several hundred of his warriors, had come to meet
and discuss peace with U.S. Colonel John M. Washington
and others of the military stationed in the area. There had been
trouble with the “New Men”,
the New
Mexican settlers who had driven Mexican settlers out
of the area.

After several hours, it was
believed a settlement had been agreed upon. However, a young
warrior by the name of Sadoval, had
plans of his own. Mounting his horse he began to
ride in front of the Navajo party, attempting to
have them break the treaty. A U.S. Calvary soldier began
to say that one of the horses ridden by a Navajo was
his, and what peace there was in the meeting that
was disintegrating into battle.

Colonel Washington commanded the
Navajo to stand down and return the horse to the
soldier or he would fire into them. The rider and
horse were now gone, and the Navajo party did not
comply. A canon was fired, and Narbona was mortally
wounded. It is told that he was scalped by a U.S.
soldier as he lay dying.

disastrous attempt at peace led to the “Long Walks”.
In September 1863, Kit
Carson (1809-1868) was dispatched into Navajo land to retrieve a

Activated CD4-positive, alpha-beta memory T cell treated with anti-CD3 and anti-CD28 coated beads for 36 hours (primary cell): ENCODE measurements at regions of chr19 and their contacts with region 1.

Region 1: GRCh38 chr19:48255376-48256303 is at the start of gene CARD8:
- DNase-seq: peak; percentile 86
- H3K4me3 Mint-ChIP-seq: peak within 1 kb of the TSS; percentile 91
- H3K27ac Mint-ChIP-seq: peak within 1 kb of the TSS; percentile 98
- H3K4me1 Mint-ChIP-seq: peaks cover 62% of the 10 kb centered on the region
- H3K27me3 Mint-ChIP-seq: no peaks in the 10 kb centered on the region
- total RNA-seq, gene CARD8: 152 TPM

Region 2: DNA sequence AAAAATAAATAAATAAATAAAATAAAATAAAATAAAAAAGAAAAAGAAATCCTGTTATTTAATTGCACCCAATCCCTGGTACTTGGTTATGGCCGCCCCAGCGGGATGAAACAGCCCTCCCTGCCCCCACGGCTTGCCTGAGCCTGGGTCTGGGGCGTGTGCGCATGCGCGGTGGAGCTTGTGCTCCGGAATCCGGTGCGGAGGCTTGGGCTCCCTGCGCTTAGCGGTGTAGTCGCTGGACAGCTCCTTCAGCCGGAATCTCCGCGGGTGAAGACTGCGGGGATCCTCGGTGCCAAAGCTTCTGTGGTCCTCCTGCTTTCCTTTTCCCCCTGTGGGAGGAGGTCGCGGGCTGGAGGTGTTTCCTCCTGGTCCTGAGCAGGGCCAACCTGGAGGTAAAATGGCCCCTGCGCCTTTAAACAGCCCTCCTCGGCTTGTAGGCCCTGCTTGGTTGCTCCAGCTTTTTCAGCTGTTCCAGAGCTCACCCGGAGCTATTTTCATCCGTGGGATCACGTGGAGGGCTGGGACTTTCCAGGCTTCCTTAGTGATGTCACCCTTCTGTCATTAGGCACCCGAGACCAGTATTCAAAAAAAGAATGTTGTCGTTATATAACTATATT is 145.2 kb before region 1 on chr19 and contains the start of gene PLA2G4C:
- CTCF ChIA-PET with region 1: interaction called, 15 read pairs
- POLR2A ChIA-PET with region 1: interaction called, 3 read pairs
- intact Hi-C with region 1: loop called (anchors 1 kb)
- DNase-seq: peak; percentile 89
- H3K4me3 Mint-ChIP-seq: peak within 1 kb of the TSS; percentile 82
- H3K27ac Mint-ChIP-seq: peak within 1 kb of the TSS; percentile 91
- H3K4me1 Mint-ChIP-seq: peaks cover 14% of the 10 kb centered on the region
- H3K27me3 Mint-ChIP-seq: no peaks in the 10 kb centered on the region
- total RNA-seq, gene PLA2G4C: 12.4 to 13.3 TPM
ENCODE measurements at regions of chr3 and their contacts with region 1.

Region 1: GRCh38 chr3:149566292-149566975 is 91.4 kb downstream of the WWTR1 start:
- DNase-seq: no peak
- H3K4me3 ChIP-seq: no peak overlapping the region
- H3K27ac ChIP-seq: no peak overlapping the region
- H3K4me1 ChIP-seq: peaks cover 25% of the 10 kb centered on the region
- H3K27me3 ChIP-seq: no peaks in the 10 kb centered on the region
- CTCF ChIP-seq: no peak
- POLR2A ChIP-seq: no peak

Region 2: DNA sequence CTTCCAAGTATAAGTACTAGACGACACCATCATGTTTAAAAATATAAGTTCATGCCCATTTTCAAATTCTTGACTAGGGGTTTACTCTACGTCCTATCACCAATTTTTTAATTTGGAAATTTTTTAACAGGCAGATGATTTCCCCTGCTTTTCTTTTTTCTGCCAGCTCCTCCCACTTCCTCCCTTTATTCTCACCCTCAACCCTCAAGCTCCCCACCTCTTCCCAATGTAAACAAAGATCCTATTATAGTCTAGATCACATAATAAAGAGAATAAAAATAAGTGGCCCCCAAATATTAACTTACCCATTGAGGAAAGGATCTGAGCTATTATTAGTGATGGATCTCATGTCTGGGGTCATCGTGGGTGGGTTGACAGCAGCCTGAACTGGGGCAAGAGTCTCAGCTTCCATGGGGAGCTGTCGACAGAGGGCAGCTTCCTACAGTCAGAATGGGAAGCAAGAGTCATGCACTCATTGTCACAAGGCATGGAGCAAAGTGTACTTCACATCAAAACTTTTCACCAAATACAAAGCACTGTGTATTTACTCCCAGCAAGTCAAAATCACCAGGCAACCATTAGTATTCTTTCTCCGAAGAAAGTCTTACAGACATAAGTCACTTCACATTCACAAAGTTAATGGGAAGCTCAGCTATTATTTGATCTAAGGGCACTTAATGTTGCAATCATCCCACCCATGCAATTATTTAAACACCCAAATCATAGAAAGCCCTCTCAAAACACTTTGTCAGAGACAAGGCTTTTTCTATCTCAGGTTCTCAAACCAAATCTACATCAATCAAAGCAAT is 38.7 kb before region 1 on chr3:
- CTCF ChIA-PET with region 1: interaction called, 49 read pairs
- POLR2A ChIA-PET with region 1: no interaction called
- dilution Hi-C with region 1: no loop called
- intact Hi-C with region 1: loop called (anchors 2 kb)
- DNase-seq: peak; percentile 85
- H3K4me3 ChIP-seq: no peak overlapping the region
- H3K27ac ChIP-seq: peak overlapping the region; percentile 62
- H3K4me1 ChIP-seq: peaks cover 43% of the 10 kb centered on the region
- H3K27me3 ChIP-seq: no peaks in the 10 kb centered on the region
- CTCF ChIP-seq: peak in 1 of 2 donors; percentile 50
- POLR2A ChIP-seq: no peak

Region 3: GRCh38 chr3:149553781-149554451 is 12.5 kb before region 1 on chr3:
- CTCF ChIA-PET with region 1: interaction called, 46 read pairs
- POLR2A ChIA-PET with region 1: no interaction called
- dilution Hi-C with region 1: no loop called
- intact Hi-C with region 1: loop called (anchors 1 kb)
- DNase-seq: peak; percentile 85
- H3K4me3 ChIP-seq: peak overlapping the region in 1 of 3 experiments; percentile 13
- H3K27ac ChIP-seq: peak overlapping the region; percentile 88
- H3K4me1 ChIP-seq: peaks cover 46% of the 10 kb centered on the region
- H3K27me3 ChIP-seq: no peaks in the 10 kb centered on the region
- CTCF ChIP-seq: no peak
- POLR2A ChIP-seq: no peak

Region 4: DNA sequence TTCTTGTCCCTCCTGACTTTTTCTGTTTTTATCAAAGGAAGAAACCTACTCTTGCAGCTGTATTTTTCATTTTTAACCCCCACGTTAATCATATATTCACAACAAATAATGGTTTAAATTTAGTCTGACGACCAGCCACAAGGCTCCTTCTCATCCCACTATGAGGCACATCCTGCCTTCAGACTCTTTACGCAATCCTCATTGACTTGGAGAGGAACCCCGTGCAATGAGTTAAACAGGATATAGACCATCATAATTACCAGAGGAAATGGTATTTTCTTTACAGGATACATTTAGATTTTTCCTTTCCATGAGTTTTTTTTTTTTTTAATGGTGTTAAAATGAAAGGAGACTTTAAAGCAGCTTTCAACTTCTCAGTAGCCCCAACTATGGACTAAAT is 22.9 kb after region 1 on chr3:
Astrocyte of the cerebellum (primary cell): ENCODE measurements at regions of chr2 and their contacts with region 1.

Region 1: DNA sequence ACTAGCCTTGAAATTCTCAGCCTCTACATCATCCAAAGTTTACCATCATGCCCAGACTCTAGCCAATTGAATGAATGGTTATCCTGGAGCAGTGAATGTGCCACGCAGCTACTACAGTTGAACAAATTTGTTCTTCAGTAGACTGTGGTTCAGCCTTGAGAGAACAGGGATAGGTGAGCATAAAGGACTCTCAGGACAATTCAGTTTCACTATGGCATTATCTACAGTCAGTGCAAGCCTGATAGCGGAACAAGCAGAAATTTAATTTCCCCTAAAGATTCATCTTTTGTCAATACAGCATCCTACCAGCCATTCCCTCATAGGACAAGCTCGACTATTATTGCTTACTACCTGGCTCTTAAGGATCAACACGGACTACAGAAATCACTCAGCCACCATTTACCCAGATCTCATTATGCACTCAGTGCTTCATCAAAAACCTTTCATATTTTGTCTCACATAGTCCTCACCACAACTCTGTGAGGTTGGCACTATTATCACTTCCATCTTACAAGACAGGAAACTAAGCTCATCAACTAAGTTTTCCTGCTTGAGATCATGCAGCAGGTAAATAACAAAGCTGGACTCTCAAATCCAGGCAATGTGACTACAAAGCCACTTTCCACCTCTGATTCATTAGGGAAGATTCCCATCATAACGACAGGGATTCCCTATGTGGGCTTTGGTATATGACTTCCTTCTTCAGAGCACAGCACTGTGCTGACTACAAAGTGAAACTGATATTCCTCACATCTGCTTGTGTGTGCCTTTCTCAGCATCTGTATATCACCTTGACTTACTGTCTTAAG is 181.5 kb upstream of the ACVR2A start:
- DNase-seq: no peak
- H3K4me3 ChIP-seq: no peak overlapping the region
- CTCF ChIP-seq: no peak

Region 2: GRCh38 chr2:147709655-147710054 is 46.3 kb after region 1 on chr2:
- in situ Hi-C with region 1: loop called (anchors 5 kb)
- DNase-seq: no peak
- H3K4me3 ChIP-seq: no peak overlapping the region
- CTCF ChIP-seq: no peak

surrender. When no Navajo came to meet with him, he
ordered the burning of the land. Attempts were made
to starve out the Navajo, and many were captured and
taken to Bosque Redondo near Fort Sumner. Hundreds
starved on the 300 mile walk, and more would die
later in the crowded and disparaging conditions. Navajo were
placed with
the Mescalero Apache were home
peace was often not the case. The camps were meant
for 4,000 to 5,000 people, yet there were now over
9,000 people, and supplies were meager.

The government supplies of
lard, flour, salt, sugar, baking powder or yeast, and
powdered milk were often rancid. Fry bread came
from these few foods provided during the 4 years of
captivity. Since that time, it has become common
food at most all PowWows of numerous tribes

some, Indian Fry Bread is a
sacred tradition. It is to be consumed by the
people until the
earth has again become purified.

Navajo Fry Bread Recipe - How To Make Navajo Fry Bread


Fry bread is
wonderfully lumpy
(puffed here and there). It can be served as a
dessert or used as a main dish bread. Our family
will often take them and stuff them, much like one
might use bread or tortilla to dip into their food.

1 cup unbleached

1/4 teaspoon salt
1 teaspoon powdered milk
1 teaspoon


1/2 cup water
Vegetable oil for frying

Sift together the
flour, salt, powdered milk, and baking powder into a
large bowl. Pour the water over the flour